A Quick and Effective Change: Cameron to Stanton, and Administrating the Civil War

Painted portrait of Simon Cameron, at desk, quilled pen in hand
Simon Cameron / John Dabour, 1837-1905 / Oil on canvas, 1871/ National Portrait Gallery, gift of G H Chase

Simon Cameron (above) was Abraham Lincoln’s secretary of war when hostilities began in 1861. Cameron, however, was a somewhat corrupt and poor administrator; President Lincoln sent him to Russia to serve as minister in 1862. Cameron’s replacement did not necessarily engender positive feelings in everyone he met either, but he performed his job to the highest degree, which was the service Lincoln required.

Painted portrait of Edwin Stanton, bearded and with glasses
Edwin McMasters Stanton / Henry Ulke, 1821-1910 / Oil on canvas, 1872 /National Portrait Gallery, Smithsonian Institution; transfer from the Smithsonian American Art Museum; gift of Sophy Stanton to the Smithsonian Institution, 1923

Edwin Stanton (above) is generally described as short in physical respects, but he was long on character and spirit. And though small in stature, Stanton himself might have thought that the six-foot, two-inch-tall Kevin Kline was appropriate, if not a little diminutive, in his role as the secretary of war in Robert Redford’s current film, The Conspirator.

General William Emile Doster, who served as provost marshal for Washington during the early part of the war, attested that Stanton was a difficult man, but also that he performed well in an environment that needed his talent and ethics.

To relieve McClellan, court-martial Porter [Fitz John Porter, accused of insubordination and failure to obey orders at Second Bull Run], and eliminate all traces of West Point class traditions, uniting by nicknames, I consider victories as important as Appomattox, and [none] but the wooden and numb audacity of Stanton dared to achieve.

Secretary of War Stanton was ornery and direct, parceling out no partiality and having little respect for anyone. He is portrayed in drawing and sculpture as plug-like, and historian Shelby Foote described Stanton as “thick-set, bouncy on short but energetic legs. His voice, which was deep in times of calm, rose to piercing shrillness in excitement.”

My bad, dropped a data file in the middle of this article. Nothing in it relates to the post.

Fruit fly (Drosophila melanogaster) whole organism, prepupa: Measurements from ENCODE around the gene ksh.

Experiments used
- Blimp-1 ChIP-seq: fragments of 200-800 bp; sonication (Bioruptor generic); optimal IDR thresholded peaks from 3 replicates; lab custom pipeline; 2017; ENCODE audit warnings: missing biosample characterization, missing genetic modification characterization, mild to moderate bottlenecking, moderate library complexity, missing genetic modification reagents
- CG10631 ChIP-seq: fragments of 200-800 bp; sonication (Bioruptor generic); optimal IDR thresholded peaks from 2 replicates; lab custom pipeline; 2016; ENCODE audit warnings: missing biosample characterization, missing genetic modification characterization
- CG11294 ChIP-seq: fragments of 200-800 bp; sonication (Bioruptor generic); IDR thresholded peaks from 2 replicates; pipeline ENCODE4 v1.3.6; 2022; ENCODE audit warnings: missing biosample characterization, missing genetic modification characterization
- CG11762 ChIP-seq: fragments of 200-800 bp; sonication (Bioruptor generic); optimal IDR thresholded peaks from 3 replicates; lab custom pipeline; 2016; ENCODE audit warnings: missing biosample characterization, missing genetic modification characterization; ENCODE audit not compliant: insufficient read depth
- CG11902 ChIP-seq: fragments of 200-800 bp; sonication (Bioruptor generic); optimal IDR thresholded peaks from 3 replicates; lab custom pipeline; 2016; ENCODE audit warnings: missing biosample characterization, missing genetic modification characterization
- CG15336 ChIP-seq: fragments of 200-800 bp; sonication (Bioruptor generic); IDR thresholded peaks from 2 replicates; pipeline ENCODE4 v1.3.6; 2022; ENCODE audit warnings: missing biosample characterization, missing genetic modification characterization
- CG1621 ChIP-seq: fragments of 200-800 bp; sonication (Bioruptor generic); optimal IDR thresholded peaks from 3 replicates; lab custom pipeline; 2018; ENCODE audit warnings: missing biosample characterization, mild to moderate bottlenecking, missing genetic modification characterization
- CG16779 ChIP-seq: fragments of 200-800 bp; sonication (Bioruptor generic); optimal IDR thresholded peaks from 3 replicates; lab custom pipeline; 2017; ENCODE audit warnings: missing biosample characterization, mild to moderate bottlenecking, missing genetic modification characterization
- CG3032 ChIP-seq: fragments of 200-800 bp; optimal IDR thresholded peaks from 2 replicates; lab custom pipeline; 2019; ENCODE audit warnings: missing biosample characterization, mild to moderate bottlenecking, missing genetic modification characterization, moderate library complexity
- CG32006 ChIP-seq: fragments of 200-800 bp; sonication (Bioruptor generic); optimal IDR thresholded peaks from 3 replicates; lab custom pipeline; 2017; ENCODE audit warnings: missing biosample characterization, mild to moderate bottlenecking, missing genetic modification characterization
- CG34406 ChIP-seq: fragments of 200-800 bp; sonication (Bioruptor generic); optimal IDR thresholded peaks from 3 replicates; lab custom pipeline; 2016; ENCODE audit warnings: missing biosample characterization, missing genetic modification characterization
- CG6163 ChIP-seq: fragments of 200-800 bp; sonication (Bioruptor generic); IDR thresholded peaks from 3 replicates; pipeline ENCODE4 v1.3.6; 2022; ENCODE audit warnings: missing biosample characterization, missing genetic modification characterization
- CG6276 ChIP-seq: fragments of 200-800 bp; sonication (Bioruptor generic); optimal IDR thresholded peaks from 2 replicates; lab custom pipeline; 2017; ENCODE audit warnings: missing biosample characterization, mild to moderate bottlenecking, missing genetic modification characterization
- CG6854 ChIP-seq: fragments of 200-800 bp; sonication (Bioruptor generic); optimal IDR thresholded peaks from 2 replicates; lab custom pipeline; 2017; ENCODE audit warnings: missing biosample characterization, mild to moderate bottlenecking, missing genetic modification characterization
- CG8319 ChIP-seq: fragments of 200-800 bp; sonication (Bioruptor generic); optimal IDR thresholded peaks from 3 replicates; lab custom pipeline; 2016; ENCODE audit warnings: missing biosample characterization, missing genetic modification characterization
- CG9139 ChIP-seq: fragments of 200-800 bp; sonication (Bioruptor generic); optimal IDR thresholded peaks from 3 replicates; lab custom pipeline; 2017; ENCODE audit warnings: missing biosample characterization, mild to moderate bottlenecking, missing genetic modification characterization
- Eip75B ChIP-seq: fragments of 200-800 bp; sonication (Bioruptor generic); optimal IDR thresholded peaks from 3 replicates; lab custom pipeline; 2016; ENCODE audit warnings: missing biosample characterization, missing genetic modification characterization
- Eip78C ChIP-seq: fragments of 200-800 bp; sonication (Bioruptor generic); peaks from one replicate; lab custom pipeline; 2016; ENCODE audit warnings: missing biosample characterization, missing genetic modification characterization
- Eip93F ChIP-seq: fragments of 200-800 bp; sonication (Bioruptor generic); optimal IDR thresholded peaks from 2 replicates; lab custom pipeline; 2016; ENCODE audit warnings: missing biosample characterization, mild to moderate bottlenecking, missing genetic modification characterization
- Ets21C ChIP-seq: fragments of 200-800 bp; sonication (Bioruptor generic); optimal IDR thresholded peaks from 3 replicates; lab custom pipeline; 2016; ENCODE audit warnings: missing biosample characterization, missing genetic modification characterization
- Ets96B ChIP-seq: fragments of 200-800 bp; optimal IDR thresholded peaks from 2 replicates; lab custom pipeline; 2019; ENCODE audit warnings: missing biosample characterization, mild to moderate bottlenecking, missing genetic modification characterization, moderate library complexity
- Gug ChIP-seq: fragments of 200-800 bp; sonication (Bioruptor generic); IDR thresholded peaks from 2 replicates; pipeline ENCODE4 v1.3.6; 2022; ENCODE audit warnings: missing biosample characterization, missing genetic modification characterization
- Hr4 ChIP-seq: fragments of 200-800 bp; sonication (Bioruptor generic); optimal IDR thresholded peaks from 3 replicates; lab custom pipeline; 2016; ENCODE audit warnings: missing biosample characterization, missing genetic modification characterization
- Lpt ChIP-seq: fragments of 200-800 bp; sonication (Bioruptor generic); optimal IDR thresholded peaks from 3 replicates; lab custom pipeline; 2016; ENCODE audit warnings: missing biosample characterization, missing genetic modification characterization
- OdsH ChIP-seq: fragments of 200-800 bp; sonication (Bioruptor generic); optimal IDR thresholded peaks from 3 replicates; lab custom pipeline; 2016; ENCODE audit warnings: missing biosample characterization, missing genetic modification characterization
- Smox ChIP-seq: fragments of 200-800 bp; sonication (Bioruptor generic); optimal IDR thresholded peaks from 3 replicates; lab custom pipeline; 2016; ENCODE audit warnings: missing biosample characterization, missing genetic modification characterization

In his journals, Walt Whitman recorded seeing Lincoln and Stanton together on one of the president’s excursions:

Sometimes the President goes and comes in an open barouche. The cavalry always accompany him, with drawn sabres. Often I notice as he goes out evenings . . . he turns off and halts at the large and handsome residence of the Secretary of War, on K street, and holds conference there. If in his barouche, I can see from my window he does not alight, but sits in the vehicle and Mr. Stanton comes out to attend him. Sometimes one of his sons, a boy of ten or twelve, accompanies him, riding at his right on a pony.
Lithograph of wounded Lincoln in bed, surrounded by family and associates
Death Bed of the Martyr President / Currier & Ives Lithography Co.,/ Lithograph on paper, 1865 /  National Portrait Gallery, Smithsonian Institution; gift of Dr. Fred W. Hicks, III

Stanton administered the war to the end and beyond. He was at President Lincoln’s bedside on the early morning of April 15, 1865, as the president succumbed to the gunshot of the previous night. Stanton said at the president’s passing, “Now he belongs to the ages.”

Andrew Johnson, ascending to the presidency upon Lincoln’s death, did not agree with Stanton about the implementation of reconstruction. Johnson’s attempt to fire Stanton resulted in Johnson’s impeachment; upon the president’s acquittal, Stanton resigned.

President Ulysses Grant eventually appointed Stanton to the Supreme Court, but Stanton did not live long enough to take the oath and is therefore not listed in records as having served on the Court. Edwin M. Stanton died in 1869 and is buried in Washington, D.C., the city he richly served until the end of his days.

—Warren Perry, Catalog of American Portraits, National Portrait Gallery


Civil War